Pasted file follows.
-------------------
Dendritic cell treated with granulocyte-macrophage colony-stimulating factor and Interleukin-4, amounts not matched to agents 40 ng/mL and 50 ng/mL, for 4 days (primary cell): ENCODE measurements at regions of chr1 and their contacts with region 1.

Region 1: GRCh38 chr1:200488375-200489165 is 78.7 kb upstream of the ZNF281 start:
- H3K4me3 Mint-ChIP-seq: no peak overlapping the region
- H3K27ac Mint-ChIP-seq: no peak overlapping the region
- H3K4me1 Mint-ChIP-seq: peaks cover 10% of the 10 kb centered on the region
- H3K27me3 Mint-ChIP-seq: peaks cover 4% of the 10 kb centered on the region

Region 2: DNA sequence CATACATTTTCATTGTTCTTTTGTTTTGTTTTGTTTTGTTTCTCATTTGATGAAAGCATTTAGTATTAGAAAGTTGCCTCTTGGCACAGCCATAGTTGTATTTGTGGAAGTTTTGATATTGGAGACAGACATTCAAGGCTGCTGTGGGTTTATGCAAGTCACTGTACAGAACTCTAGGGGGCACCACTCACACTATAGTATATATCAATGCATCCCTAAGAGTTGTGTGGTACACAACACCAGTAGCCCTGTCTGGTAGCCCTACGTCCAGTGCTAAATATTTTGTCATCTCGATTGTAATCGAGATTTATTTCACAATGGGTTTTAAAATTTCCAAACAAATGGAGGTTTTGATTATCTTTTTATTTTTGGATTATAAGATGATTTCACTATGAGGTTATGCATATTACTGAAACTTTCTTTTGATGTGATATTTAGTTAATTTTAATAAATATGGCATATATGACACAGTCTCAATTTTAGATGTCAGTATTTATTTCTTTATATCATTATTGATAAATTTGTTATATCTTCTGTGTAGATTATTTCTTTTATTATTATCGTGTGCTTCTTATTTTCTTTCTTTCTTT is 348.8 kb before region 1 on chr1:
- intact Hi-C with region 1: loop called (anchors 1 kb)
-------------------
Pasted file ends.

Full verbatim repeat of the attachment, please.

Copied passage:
Dendritic cell treated with granulocyte-macrophage colony-stimulating factor and Interleukin-4, amounts not matched to agents 40 ng/mL and 50 ng/mL, for 4 days (primary cell): ENCODE measurements at regions of chr1 and their contacts with region 1.

Region 1: GRCh38 chr1:200488375-200489165 is 78.7 kb upstream of the ZNF281 start:
- H3K4me3 Mint-ChIP-seq: no peak overlapping the region
- H3K27ac Mint-ChIP-seq: no peak overlapping the region
- H3K4me1 Mint-ChIP-seq: peaks cover 10% of the 10 kb centered on the region
- H3K27me3 Mint-ChIP-seq: peaks cover 4% of the 10 kb centered on the region

Region 2: DNA sequence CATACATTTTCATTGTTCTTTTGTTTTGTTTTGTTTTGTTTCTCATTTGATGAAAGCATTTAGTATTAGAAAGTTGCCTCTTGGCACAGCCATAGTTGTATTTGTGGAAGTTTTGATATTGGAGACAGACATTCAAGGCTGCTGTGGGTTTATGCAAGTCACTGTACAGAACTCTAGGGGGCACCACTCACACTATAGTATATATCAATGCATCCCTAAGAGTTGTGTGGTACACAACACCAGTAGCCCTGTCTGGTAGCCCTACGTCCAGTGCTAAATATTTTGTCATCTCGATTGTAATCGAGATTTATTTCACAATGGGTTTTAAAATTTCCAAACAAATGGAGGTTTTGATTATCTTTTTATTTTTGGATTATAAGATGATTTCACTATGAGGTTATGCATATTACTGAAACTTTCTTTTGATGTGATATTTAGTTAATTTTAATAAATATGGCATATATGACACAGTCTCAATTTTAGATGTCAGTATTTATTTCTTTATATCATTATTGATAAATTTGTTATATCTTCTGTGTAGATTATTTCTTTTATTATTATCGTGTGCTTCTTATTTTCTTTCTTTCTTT is 348.8 kb before region 1 on chr1:
- intact Hi-C with region 1: loop called (anchors 1 kb)